If you're trying to get pregnant and you've done everything you possibly can without medical intervention to try to get pregnant, then it's time to consult the medical profession for help. Following are some common fertility treatments, side effects and their typical success rates.
Assisted Reproduction Fertility Treatments
"Assisted reproduction" is a term used in the medical community to describe medical interventions used for infertile couples. Among the most common fertility treatments are:
Intrauterine insemination or IUI. Also known as artificial insemination, this is also often used along with giving a woman hormone treatments that will boost egg production. It can also help couples with low sperm count, infertility that has no known cause, or if there are cervical mucus problems. In this case, semen is collected and then delivered by catheter inserted through the woman's vagina and cervix directly into her uterus.
In vitro fertilization or IVF. In vitro fertilization has been one of the most stunning developments in reproductive assistance in the last 30 years. Today, it is the most common of all fertility treatments used. It is often used with women who have structural abnormalities such as blocked fallopian tubes, when a man's sperm count is low and/or the cause of infertility remains undiagnosed; however, IVF has made women pregnant successfully even when there is no known cause of infertility.
With IVF, a woman takes drugs to stimulate egg production, and these eggs are then surgically removed. They are combined with sperm, usually in a petri dish, fertilized, and then implanted in the woman's uterus. Babies conceived in this fashion are also often called "test tube babies."
Sperm donation. In cases where a couple's infertility stems from a man's sterility or low sperm count or when no man is present and a woman wants to conceive a child, for example, sperm donation is an option for parenthood. Oftentimes, donors are anonymous, but the donor can also be a friend or acquaintance.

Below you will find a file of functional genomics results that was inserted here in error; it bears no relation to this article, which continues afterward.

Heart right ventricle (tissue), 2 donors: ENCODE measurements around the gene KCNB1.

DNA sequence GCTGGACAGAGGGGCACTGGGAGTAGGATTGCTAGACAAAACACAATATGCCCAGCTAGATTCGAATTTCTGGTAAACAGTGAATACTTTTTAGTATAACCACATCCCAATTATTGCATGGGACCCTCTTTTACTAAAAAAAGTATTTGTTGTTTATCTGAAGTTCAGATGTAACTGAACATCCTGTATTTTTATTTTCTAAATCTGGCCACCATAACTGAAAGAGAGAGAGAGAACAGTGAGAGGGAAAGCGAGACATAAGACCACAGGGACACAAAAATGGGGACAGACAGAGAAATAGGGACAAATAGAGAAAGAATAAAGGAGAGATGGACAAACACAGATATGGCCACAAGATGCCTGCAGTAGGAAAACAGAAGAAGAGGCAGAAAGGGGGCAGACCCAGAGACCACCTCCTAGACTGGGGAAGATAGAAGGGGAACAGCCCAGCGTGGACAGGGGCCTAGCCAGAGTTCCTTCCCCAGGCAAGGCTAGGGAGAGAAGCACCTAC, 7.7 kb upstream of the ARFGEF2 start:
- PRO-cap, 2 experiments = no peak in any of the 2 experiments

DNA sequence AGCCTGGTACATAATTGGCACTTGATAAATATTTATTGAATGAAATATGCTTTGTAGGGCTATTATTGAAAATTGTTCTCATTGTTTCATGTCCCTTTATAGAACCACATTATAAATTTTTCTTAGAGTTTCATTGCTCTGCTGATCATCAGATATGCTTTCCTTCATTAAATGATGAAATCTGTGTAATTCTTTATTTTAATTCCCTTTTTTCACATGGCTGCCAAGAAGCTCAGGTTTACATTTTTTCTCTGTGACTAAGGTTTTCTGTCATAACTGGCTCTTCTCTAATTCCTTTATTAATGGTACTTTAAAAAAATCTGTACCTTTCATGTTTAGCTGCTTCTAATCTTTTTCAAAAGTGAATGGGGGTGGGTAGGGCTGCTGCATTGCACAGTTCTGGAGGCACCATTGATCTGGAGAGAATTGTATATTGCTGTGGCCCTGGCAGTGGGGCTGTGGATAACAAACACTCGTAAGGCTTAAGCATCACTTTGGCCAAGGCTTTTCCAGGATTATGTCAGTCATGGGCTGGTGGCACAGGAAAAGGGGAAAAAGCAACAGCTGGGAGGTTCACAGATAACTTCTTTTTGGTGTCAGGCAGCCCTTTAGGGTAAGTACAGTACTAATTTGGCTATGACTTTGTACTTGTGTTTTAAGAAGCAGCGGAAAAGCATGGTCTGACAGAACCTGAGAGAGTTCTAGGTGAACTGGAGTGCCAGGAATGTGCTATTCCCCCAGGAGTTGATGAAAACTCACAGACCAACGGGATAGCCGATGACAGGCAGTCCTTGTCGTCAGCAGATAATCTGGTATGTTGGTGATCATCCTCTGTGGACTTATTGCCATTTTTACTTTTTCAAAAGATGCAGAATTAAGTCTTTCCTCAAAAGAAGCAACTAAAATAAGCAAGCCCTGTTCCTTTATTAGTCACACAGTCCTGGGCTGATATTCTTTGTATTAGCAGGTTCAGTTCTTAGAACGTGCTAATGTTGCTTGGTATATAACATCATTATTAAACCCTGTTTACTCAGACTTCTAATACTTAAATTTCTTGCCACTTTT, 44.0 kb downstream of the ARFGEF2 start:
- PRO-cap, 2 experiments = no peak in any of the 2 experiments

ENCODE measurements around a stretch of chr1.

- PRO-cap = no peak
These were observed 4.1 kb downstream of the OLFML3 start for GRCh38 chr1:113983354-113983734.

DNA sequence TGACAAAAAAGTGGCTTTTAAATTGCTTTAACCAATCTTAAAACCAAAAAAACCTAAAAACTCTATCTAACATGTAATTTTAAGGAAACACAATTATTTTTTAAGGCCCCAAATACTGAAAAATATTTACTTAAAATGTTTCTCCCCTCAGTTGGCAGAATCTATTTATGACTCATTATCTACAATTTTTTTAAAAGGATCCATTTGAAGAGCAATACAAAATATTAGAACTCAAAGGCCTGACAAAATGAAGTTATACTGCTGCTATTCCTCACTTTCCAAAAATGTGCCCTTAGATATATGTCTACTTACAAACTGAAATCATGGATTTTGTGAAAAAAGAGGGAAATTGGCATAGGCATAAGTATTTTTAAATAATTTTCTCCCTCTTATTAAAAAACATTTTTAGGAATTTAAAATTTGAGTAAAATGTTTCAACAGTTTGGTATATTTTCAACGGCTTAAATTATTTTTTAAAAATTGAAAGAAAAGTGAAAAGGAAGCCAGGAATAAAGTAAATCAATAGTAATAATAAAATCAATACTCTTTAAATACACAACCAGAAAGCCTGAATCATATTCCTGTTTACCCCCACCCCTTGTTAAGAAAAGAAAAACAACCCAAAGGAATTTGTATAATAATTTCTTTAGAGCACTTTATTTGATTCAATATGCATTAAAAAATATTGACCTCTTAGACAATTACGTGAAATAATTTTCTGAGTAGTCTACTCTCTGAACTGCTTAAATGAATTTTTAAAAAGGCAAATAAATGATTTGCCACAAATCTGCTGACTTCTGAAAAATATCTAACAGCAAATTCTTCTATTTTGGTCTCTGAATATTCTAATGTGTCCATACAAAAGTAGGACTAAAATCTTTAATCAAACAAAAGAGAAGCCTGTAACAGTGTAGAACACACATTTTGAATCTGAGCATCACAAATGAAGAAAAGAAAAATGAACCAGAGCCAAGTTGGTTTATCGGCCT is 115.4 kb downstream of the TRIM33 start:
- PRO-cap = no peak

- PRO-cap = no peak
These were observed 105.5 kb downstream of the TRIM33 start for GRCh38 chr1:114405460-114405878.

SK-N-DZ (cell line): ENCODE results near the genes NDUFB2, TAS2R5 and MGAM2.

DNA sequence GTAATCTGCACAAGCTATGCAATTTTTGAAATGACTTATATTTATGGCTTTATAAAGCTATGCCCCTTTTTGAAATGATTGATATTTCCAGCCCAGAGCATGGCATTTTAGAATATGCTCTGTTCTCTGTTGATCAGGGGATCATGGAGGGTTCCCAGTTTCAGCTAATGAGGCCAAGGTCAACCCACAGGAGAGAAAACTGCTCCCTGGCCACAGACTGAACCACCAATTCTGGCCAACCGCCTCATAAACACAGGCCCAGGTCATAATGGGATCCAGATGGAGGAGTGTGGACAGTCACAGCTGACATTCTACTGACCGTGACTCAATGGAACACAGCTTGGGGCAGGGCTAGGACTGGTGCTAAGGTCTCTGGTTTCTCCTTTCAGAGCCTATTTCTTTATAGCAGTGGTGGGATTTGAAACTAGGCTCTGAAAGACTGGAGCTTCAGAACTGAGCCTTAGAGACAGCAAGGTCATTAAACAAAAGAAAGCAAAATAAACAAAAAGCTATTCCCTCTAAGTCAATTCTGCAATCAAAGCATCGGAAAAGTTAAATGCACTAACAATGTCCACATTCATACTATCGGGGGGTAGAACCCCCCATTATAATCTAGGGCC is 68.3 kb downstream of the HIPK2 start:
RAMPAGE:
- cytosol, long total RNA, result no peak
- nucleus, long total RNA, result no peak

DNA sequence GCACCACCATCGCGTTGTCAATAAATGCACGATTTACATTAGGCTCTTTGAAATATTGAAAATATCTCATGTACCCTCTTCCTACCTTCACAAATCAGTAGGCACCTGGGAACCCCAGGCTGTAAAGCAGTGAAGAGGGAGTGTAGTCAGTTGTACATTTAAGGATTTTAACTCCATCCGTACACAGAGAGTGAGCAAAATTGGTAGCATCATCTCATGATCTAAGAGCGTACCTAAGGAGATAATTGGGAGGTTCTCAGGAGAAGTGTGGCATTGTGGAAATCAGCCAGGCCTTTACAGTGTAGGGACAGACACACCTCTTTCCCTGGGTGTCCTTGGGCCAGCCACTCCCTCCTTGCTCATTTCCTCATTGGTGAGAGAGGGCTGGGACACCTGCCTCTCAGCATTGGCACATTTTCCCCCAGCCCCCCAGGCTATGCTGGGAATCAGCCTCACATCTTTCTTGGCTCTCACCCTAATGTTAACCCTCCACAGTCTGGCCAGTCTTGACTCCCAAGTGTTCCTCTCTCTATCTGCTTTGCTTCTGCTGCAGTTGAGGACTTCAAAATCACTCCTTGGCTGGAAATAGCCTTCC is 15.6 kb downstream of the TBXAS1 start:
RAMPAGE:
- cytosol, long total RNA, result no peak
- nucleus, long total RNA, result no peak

Using donated eggs. Donated eggs are often used when a woman wants to conceive a child but her own eggs are not viable or there has been some disruption of ovulation.
Surrogacy, either traditional or gestational. With traditional surrogacy, a woman called a "surrogate" carries a child to term; that child has been conceived with her own egg and the father-to-be's sperm via artificial insemination. With gestational surrogacy, the surrogate carries a child to term that has been conceived with the mother to be's egg and the father to be's sperm via in vitro fertilization, wherein the fertilized egg is implanted in the surrogate's womb.
Available Fertility Treatments
If you and your partner are trying to get pregnant, you should discuss all options available and decide the best method for you. Of course, you should do this with your doctor's help. Many fertility treatments are quite expensive and only partially or not covered by insurance, so your own budgetary constraints will also have to come into consideration. In addition, your own religious or moral beliefs will have an effect on the fertility method you choose. Only you can make the final decision, so speak openly with your doctor and make the best choice for you, together.
Author Resource: Allen James is dedicated to helping couples experience the miracle of childbirth. Download a FREE report revealing proven, simple ways to improve your odds of conceiving at http://www.ultimatefertility.com/
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